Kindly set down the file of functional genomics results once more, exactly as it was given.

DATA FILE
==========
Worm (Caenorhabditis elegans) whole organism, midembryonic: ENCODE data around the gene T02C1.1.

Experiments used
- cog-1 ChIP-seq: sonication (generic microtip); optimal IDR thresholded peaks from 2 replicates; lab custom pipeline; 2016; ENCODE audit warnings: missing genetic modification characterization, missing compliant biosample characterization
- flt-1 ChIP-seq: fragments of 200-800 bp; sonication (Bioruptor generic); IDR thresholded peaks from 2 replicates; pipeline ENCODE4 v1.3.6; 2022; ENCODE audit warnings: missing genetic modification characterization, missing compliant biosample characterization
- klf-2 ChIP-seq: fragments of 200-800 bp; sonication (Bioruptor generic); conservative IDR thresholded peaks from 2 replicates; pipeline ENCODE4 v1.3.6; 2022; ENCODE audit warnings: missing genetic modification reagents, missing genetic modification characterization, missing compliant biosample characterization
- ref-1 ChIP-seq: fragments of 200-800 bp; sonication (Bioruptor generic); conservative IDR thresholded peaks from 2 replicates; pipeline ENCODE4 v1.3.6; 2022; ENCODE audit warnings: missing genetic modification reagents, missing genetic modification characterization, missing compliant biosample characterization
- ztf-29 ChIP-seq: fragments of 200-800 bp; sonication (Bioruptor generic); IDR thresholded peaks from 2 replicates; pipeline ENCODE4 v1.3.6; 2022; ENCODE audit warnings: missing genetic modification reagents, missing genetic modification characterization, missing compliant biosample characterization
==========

Worm (Caenorhabditis elegans) whole organism, midembryonic: ENCODE data around the gene T02C1.1.

Experiments used
- cog-1 ChIP-seq: sonication (generic microtip); optimal IDR thresholded peaks from 2 replicates; lab custom pipeline; 2016; ENCODE audit warnings: missing genetic modification characterization, missing compliant biosample characterization
- flt-1 ChIP-seq: fragments of 200-800 bp; sonication (Bioruptor generic); IDR thresholded peaks from 2 replicates; pipeline ENCODE4 v1.3.6; 2022; ENCODE audit warnings: missing genetic modification characterization, missing compliant biosample characterization
- klf-2 ChIP-seq: fragments of 200-800 bp; sonication (Bioruptor generic); conservative IDR thresholded peaks from 2 replicates; pipeline ENCODE4 v1.3.6; 2022; ENCODE audit warnings: missing genetic modification reagents, missing genetic modification characterization, missing compliant biosample characterization
- ref-1 ChIP-seq: fragments of 200-800 bp; sonication (Bioruptor generic); conservative IDR thresholded peaks from 2 replicates; pipeline ENCODE4 v1.3.6; 2022; ENCODE audit warnings: missing genetic modification reagents, missing genetic modification characterization, missing compliant biosample characterization
- ztf-29 ChIP-seq: fragments of 200-800 bp; sonication (Bioruptor generic); IDR thresholded peaks from 2 replicates; pipeline ENCODE4 v1.3.6; 2022; ENCODE audit warnings: missing genetic modification reagents, missing genetic modification characterization, missing compliant biosample characterization